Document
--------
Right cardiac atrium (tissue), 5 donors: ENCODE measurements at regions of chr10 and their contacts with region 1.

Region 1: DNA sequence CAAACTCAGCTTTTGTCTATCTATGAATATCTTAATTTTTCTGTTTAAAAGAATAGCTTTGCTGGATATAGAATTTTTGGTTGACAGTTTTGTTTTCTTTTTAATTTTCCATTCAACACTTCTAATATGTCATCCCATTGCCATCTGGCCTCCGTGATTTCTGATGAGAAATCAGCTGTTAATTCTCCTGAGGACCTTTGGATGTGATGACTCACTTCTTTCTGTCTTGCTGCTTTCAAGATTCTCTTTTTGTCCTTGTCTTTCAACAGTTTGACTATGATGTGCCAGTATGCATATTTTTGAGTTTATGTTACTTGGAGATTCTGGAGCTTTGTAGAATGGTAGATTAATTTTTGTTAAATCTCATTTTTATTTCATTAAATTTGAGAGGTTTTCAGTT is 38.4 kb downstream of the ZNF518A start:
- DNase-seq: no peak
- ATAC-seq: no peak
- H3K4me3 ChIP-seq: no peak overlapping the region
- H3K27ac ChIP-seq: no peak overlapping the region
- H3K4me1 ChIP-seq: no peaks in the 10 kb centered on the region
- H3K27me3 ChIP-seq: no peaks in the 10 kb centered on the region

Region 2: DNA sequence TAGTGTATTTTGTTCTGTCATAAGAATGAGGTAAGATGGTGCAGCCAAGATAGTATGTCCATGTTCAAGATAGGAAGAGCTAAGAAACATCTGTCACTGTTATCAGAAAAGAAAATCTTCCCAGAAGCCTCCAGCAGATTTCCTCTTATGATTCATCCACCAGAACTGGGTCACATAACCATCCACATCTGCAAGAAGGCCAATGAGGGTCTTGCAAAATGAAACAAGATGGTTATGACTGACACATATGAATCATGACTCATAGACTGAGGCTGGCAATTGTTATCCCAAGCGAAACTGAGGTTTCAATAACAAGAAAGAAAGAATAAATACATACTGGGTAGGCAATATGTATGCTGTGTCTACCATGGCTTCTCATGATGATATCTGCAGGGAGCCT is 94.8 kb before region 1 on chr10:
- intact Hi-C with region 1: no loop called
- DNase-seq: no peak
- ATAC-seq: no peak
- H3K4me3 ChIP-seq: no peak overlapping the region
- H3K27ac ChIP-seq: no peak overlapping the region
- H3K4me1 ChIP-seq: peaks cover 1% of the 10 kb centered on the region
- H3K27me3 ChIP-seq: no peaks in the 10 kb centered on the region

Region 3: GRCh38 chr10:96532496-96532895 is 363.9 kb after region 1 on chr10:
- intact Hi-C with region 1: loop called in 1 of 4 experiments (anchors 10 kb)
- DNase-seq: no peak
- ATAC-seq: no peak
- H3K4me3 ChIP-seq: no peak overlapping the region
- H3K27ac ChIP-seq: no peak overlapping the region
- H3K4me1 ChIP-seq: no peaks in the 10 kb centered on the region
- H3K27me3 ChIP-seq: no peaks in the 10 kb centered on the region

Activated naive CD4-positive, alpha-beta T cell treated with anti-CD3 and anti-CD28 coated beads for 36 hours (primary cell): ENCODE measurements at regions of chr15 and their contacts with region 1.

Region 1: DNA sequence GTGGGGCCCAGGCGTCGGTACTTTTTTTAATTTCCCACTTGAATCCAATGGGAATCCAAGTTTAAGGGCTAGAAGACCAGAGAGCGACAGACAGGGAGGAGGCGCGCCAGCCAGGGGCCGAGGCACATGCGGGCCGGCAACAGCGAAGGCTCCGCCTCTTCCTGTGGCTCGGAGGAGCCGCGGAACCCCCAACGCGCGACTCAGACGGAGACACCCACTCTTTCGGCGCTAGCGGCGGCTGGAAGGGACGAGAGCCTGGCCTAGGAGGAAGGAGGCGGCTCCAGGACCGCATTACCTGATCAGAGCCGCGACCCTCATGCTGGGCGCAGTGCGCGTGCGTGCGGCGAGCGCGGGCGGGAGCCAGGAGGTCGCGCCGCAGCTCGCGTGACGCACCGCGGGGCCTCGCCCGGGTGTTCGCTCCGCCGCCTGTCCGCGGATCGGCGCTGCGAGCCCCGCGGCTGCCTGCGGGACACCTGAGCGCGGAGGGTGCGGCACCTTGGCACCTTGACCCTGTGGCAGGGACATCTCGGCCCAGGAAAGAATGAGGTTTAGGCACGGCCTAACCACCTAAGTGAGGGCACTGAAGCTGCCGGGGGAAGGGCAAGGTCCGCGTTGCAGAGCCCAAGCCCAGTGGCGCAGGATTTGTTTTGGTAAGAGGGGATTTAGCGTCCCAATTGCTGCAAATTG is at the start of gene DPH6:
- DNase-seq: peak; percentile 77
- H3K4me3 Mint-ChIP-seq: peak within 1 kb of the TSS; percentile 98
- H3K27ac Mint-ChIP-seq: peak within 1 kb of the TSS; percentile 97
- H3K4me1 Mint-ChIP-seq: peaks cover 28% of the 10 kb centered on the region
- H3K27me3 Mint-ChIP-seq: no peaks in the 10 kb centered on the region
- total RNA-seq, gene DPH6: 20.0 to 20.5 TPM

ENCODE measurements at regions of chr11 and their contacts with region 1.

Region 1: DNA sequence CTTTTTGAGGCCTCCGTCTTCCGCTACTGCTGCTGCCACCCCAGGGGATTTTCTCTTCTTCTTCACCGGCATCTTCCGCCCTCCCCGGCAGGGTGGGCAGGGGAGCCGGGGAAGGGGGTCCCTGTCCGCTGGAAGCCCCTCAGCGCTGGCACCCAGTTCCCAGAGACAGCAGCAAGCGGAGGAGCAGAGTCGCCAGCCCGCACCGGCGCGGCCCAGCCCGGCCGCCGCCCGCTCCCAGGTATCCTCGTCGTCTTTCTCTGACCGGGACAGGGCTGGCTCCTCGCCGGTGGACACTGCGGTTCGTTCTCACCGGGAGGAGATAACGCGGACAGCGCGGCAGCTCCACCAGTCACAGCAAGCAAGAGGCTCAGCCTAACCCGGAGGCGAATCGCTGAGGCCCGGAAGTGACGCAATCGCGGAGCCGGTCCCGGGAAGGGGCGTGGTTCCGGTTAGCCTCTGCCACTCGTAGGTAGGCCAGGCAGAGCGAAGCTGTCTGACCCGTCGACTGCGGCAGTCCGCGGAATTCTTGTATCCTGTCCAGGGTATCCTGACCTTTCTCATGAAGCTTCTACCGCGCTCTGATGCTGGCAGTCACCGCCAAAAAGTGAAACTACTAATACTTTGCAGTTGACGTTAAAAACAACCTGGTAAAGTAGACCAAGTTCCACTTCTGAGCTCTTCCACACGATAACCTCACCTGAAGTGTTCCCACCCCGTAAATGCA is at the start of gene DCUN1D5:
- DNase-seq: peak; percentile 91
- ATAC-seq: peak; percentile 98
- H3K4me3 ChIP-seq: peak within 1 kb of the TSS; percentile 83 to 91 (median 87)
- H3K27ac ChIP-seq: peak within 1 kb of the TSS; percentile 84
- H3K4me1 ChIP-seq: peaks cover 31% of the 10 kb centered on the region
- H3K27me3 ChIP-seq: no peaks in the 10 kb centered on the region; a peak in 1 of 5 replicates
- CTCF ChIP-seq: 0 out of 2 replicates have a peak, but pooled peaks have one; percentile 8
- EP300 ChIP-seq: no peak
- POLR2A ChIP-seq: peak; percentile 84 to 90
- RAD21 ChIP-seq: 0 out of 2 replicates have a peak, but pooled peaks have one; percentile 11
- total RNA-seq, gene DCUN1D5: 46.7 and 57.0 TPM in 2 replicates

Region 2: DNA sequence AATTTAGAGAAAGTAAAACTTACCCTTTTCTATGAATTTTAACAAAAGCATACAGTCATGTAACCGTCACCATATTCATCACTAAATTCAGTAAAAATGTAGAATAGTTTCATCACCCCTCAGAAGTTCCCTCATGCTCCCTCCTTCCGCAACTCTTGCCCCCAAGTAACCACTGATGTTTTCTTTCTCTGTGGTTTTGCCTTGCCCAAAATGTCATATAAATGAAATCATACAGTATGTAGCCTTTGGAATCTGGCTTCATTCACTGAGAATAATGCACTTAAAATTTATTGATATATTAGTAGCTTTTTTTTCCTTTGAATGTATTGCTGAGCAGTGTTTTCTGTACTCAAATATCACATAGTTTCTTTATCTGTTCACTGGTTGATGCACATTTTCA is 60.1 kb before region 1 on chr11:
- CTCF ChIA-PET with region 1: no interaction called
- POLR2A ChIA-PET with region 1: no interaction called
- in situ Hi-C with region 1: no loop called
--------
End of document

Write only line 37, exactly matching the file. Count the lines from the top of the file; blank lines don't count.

- H3K4me3 ChIP-seq: peak within 1 kb of the TSS; percentile 83 to 91 (median 87)